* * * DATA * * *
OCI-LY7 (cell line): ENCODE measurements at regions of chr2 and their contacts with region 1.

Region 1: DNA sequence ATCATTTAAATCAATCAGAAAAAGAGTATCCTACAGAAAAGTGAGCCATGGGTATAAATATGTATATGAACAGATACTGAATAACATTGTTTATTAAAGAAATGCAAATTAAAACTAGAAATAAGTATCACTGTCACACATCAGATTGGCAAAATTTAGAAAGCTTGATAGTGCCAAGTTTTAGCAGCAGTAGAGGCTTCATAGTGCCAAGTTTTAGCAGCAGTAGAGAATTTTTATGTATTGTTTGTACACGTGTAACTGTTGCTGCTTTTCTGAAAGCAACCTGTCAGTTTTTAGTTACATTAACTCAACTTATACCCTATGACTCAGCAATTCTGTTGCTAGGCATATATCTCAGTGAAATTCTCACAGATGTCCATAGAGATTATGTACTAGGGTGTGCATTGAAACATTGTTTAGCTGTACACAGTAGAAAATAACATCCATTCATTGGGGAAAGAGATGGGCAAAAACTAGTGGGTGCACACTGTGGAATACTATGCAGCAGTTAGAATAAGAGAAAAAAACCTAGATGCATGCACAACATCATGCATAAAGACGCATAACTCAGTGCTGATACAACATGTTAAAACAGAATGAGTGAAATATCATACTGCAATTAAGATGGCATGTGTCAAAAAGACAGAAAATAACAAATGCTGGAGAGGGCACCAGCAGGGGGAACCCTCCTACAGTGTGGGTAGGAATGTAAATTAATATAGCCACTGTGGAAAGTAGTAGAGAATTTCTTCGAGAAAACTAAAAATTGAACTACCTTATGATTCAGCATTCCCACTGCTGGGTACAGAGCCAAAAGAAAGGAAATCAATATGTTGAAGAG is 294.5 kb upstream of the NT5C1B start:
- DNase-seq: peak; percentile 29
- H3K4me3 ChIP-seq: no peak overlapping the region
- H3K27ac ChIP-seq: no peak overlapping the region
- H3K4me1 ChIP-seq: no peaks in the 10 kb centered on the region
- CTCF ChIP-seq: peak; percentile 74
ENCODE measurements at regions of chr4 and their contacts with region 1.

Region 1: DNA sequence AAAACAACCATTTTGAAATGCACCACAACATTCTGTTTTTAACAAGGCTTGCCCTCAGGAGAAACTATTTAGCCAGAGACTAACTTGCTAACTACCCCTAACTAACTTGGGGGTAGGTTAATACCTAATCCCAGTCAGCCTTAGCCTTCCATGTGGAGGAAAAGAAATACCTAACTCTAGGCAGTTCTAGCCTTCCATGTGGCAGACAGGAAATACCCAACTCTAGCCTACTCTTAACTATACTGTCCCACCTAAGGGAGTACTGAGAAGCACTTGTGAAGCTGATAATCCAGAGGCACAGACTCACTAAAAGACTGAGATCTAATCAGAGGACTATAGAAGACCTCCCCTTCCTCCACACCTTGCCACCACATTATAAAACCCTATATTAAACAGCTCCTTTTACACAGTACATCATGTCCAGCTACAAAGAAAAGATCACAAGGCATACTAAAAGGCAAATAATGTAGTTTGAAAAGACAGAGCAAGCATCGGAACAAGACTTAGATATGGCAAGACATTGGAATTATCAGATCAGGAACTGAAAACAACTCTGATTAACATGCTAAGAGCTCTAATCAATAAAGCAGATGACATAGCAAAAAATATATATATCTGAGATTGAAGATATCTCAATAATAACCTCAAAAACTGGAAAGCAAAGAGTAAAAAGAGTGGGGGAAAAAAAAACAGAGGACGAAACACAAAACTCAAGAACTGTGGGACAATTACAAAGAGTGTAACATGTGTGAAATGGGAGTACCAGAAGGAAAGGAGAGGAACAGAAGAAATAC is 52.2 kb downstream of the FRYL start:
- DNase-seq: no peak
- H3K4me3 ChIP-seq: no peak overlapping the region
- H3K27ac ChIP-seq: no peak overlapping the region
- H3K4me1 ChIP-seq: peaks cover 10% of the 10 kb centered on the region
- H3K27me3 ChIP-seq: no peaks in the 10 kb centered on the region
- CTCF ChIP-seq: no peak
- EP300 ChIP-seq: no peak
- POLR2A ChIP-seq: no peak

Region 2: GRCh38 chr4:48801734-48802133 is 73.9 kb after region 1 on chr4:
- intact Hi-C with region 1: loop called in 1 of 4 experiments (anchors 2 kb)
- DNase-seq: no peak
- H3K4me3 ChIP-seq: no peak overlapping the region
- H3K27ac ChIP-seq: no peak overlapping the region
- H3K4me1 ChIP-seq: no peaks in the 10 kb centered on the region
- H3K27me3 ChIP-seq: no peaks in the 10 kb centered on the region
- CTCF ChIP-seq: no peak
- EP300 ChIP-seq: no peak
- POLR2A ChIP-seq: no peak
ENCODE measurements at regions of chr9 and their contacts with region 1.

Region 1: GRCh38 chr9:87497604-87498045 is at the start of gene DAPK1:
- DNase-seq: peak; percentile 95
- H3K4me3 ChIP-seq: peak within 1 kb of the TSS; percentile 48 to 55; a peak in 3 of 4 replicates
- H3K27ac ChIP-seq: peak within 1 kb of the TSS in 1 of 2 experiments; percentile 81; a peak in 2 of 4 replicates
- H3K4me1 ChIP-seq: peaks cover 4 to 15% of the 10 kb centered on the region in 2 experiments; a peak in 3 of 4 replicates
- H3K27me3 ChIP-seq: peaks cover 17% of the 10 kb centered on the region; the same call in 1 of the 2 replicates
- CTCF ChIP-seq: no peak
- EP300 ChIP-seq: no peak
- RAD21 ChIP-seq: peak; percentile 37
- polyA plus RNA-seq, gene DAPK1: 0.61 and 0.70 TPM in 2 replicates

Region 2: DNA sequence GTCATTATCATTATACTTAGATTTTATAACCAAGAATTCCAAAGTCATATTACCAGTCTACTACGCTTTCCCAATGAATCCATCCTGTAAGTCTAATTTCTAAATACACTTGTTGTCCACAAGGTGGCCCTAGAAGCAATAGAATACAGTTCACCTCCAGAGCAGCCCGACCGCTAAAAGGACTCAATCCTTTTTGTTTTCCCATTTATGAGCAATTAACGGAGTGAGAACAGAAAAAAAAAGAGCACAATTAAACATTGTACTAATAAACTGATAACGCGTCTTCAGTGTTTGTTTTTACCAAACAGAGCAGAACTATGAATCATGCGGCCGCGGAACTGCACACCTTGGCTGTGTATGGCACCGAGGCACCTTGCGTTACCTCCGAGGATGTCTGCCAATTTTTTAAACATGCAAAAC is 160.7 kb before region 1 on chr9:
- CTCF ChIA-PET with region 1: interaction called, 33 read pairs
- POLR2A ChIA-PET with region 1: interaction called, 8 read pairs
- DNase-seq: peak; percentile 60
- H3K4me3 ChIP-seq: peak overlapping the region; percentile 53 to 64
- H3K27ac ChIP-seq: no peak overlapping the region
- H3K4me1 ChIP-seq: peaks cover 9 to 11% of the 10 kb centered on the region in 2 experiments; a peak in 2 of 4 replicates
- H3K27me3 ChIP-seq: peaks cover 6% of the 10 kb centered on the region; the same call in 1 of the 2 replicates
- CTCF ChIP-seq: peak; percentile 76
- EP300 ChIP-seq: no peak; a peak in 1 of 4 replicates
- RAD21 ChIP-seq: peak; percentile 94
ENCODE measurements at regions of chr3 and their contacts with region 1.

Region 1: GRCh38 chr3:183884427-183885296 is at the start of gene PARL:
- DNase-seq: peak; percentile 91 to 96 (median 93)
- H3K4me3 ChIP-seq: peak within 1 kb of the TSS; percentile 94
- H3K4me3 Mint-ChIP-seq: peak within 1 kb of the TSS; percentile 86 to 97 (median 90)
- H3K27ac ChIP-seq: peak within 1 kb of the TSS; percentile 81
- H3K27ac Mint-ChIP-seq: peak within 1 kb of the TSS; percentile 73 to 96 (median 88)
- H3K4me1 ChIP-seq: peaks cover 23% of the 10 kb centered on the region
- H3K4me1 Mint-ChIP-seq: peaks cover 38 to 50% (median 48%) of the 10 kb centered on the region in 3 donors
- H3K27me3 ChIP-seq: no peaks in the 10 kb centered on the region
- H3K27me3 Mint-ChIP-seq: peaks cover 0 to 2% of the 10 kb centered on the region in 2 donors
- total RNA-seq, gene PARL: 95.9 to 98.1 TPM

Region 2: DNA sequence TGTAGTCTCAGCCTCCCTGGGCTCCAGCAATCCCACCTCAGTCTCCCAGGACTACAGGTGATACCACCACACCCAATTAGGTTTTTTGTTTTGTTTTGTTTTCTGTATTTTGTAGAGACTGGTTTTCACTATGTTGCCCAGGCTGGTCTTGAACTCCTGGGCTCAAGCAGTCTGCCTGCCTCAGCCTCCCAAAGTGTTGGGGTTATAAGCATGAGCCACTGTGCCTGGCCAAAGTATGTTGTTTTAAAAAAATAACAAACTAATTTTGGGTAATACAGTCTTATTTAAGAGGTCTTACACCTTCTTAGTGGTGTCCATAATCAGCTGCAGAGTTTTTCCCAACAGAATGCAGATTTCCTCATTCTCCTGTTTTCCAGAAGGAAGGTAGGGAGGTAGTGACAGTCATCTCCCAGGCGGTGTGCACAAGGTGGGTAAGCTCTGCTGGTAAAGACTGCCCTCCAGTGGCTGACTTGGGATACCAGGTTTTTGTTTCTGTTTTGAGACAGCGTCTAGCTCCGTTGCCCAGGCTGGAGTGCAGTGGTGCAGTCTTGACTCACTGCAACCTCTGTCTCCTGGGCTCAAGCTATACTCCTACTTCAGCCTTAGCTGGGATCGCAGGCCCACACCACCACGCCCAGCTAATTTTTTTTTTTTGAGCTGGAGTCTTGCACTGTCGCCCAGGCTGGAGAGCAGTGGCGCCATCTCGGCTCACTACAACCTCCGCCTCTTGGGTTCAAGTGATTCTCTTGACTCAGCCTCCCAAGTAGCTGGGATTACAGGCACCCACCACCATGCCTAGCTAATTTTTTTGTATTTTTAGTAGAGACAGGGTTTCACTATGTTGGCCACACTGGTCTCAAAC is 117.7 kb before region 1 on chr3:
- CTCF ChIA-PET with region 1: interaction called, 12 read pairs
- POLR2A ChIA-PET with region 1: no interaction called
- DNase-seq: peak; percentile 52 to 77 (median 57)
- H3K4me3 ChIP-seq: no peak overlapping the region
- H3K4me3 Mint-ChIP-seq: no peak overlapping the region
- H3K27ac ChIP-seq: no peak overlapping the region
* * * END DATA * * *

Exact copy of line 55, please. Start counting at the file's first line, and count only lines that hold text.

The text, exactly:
- H3K27ac ChIP-seq: peak within 1 kb of the TSS; percentile 81